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Consumer confidence levels in Singapore remain stable in H1 2013: survey
SINGAPORE: Consumer confidence levels in Singapore remained stable throughout the first half of the year.
Consumers are focusing on their future financial security.
This is according to the second-quarter global consumer confidence findings from Nielsen, a global provider of information and measurement.
The consumer confidence index score was 95, relatively unchanged since the second quarter last year when the index was at 94 points.
Nielsen said the consumer confidence level in Singapore is on par with the global benchmark.
The Nielsen Global Survey of Consumer Confidence and Spending Intentions measures consumer confidence, major concerns and spending intentions amongst more than 29,000 respondents.
Consumer confidence levels above a baseline of 100 indicate degrees of optimism while levels below 100 indicate degrees of pessimism.
50 per cent of Singaporeans had a positive financial outlook, down four points compared to the first quarter of 2013.
Singaporeans are less optimistic about their personal finances than most other countries in Southeast Asia. Singapore scored 49 points, four points below the global average of 54 per cent.
Singaporeans used spare cash to save and pay off debts, credit cards and loans, and spending on vacations.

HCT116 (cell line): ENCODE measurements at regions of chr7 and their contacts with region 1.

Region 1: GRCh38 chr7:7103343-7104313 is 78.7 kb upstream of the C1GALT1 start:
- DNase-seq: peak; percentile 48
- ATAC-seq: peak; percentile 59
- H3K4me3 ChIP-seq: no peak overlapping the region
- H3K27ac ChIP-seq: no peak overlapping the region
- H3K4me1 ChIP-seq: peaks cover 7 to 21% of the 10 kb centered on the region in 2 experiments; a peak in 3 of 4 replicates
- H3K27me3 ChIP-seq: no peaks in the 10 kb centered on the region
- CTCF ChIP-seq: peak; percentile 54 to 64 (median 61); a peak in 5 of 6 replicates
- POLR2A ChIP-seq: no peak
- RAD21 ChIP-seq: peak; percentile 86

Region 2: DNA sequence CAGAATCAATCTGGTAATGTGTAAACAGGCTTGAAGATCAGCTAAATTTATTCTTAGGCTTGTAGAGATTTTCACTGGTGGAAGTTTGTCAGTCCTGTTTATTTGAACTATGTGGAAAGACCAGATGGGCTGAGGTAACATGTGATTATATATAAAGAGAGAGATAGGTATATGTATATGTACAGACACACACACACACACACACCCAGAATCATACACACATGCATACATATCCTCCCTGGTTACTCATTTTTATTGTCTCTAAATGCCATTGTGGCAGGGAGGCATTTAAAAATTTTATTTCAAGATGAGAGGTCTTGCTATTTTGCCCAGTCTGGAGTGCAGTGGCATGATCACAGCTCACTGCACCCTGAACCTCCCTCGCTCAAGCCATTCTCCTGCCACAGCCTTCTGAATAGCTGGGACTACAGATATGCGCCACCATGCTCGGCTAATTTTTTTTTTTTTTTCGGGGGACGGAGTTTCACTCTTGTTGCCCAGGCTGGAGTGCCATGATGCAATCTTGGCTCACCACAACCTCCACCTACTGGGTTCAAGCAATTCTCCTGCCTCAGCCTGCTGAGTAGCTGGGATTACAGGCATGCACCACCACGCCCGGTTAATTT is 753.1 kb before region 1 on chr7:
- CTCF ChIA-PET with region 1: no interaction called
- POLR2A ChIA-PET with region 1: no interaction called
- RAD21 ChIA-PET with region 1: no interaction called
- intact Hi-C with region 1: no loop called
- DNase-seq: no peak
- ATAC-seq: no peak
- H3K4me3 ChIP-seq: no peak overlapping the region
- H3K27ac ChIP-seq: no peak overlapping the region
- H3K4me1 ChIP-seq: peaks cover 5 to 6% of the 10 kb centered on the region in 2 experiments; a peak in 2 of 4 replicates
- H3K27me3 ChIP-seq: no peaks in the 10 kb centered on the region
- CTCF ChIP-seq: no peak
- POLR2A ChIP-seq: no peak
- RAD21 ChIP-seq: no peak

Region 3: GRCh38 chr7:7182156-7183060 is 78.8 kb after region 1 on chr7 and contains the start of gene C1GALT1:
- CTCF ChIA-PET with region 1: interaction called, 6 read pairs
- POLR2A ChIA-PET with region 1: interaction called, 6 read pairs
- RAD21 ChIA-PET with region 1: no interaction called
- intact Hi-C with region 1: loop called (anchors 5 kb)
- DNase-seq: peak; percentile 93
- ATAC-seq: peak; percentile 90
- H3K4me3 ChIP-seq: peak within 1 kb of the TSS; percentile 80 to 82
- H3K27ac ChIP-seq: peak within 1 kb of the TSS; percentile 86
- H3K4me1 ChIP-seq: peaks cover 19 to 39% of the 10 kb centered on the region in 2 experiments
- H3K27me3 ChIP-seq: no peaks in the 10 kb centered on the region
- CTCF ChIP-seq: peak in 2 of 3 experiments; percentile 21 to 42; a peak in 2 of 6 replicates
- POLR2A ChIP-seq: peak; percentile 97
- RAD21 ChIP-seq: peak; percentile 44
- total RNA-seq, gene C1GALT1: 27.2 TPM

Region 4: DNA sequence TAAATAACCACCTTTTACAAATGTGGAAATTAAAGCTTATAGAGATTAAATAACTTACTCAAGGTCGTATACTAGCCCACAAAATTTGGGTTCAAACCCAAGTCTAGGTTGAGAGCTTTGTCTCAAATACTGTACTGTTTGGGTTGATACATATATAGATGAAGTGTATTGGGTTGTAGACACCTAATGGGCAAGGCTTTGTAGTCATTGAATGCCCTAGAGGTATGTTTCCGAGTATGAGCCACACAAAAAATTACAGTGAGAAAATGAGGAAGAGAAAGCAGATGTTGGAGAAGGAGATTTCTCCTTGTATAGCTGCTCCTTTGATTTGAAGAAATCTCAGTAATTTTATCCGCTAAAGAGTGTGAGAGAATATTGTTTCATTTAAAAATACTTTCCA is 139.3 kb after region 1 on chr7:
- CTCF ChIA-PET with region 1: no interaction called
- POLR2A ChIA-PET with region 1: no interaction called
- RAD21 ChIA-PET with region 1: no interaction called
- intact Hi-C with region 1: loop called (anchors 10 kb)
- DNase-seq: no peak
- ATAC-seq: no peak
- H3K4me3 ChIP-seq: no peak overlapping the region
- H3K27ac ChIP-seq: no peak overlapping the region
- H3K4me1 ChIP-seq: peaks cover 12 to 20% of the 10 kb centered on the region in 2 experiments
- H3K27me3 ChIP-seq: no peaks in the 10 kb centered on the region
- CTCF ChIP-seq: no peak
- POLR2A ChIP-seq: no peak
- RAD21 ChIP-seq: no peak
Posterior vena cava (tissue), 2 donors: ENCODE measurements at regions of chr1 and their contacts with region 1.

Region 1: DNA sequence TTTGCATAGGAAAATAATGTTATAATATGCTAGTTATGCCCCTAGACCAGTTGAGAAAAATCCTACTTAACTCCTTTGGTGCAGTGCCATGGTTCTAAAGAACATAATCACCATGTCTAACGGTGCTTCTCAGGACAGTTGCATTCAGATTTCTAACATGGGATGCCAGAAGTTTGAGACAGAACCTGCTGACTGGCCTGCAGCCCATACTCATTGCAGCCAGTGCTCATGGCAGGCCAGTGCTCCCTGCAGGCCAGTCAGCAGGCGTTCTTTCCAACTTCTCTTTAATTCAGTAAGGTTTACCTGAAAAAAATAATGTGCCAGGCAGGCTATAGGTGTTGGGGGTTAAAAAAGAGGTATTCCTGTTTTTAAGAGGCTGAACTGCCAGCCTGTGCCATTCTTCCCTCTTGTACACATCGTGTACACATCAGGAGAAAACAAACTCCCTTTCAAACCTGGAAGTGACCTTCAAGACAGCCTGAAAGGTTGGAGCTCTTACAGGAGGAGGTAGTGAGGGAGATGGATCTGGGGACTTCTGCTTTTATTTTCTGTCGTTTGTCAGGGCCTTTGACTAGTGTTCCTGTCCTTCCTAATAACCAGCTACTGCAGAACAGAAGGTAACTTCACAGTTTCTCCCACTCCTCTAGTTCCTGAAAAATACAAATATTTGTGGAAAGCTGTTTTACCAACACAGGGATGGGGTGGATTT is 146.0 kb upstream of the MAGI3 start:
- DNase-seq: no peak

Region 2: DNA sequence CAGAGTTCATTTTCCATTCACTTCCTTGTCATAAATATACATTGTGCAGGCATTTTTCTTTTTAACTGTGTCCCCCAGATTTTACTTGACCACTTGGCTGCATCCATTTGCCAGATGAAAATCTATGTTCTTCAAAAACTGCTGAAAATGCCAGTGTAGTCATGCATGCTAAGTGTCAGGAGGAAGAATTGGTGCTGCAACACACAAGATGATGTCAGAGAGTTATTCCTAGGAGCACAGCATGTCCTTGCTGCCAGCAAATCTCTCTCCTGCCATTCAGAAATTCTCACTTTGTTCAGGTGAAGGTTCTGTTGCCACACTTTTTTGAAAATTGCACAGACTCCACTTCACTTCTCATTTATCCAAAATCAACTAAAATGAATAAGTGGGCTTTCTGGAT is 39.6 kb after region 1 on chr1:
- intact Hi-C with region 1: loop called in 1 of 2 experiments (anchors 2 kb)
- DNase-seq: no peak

60 per cent of respondents said they would put spare cash into savings in the second quarter.
This is well above the global average of 47 per cent.
24 per cent of Singaporeans surveyed said they use their spare cash to invest in shares and mutual funds compared to just 19 per cent globally.
One in five Singaporeans allocate spare funds into building their retirement fund. This is double the global average of 11 per cent.
Consumers said they will continue to cut back on household expenses in the coming months.
The survey also revealed that economic uncertainty is strongest among the lower income classes - those who earn between S$25,000 and S$30,000 per year. These consumers recorded a consumer confidence index of 81.
Consumers who earn more than S$125,000 per annum appeared more optimistic about the economy and the state of their personal finances. Their index was 105.
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